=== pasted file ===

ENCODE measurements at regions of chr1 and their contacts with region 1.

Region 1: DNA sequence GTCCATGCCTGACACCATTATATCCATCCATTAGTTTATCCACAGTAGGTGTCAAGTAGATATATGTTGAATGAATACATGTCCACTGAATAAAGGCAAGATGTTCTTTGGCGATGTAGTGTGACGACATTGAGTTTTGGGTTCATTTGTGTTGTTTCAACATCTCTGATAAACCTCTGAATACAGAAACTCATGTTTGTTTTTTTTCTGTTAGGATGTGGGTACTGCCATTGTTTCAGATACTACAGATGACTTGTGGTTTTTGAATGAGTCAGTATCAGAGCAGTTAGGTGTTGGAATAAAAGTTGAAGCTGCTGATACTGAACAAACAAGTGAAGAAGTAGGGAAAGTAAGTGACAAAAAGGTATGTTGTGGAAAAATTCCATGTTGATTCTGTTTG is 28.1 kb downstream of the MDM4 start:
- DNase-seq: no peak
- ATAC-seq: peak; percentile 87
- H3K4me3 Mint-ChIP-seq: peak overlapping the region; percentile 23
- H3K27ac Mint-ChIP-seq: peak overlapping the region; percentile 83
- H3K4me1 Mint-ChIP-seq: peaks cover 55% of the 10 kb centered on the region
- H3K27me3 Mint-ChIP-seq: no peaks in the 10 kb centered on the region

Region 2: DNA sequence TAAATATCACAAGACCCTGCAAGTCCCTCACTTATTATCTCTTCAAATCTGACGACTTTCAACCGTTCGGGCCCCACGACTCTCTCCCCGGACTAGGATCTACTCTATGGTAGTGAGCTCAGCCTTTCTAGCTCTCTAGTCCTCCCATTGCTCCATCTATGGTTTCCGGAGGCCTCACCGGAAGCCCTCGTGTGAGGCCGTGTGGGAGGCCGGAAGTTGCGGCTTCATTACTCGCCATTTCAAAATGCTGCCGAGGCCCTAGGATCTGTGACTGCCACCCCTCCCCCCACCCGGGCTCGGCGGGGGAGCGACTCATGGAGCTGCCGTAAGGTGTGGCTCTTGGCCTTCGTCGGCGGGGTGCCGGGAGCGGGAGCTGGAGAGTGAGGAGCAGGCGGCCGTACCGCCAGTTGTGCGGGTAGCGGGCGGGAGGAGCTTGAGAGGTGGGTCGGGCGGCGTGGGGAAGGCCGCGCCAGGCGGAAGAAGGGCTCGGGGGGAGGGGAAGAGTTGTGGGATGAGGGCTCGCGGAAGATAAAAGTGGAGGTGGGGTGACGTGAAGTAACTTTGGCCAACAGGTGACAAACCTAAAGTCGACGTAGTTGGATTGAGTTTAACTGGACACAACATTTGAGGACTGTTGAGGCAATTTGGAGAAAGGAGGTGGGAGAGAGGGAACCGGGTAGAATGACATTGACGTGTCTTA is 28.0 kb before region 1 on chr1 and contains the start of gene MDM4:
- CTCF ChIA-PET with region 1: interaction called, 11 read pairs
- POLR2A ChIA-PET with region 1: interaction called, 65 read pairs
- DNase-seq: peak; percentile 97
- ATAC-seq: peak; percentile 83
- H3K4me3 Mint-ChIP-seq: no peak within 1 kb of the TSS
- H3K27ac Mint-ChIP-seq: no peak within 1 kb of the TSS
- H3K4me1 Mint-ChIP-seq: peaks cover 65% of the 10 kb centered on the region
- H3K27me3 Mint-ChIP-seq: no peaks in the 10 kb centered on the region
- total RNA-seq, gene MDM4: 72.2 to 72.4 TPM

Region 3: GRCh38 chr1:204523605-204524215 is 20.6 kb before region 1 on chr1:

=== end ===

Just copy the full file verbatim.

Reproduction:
ENCODE measurements at regions of chr1 and their contacts with region 1.

Region 1: DNA sequence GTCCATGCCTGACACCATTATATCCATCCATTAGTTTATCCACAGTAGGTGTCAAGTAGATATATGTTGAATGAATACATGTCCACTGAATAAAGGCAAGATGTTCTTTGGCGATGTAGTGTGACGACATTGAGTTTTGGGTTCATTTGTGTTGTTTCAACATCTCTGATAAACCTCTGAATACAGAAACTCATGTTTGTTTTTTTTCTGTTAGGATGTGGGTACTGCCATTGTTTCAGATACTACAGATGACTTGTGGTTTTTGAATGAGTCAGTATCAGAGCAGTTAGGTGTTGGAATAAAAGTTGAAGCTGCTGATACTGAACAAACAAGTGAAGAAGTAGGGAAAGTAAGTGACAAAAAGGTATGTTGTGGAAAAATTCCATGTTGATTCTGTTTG is 28.1 kb downstream of the MDM4 start:
- DNase-seq: no peak
- ATAC-seq: peak; percentile 87
- H3K4me3 Mint-ChIP-seq: peak overlapping the region; percentile 23
- H3K27ac Mint-ChIP-seq: peak overlapping the region; percentile 83
- H3K4me1 Mint-ChIP-seq: peaks cover 55% of the 10 kb centered on the region
- H3K27me3 Mint-ChIP-seq: no peaks in the 10 kb centered on the region

Region 2: DNA sequence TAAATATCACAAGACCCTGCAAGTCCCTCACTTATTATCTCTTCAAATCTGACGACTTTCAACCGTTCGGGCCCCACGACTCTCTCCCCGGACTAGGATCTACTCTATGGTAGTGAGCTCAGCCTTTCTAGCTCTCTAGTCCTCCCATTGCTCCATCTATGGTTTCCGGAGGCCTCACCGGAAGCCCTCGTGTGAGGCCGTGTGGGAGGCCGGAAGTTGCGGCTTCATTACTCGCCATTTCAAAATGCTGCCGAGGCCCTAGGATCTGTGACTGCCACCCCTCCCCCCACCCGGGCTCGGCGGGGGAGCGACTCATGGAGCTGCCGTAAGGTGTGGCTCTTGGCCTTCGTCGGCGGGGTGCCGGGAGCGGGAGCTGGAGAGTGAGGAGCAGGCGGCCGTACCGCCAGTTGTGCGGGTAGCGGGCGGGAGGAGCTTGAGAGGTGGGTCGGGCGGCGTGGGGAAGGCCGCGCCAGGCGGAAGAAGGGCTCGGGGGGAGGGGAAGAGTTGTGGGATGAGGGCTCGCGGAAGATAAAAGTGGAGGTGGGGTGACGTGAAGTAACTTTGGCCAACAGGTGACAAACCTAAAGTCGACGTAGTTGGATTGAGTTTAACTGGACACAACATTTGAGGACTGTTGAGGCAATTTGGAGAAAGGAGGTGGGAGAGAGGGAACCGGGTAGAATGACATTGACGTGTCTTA is 28.0 kb before region 1 on chr1 and contains the start of gene MDM4:
- CTCF ChIA-PET with region 1: interaction called, 11 read pairs
- POLR2A ChIA-PET with region 1: interaction called, 65 read pairs
- DNase-seq: peak; percentile 97
- ATAC-seq: peak; percentile 83
- H3K4me3 Mint-ChIP-seq: no peak within 1 kb of the TSS
- H3K27ac Mint-ChIP-seq: no peak within 1 kb of the TSS
- H3K4me1 Mint-ChIP-seq: peaks cover 65% of the 10 kb centered on the region
- H3K27me3 Mint-ChIP-seq: no peaks in the 10 kb centered on the region
- total RNA-seq, gene MDM4: 72.2 to 72.4 TPM

Region 3: GRCh38 chr1:204523605-204524215 is 20.6 kb before region 1 on chr1: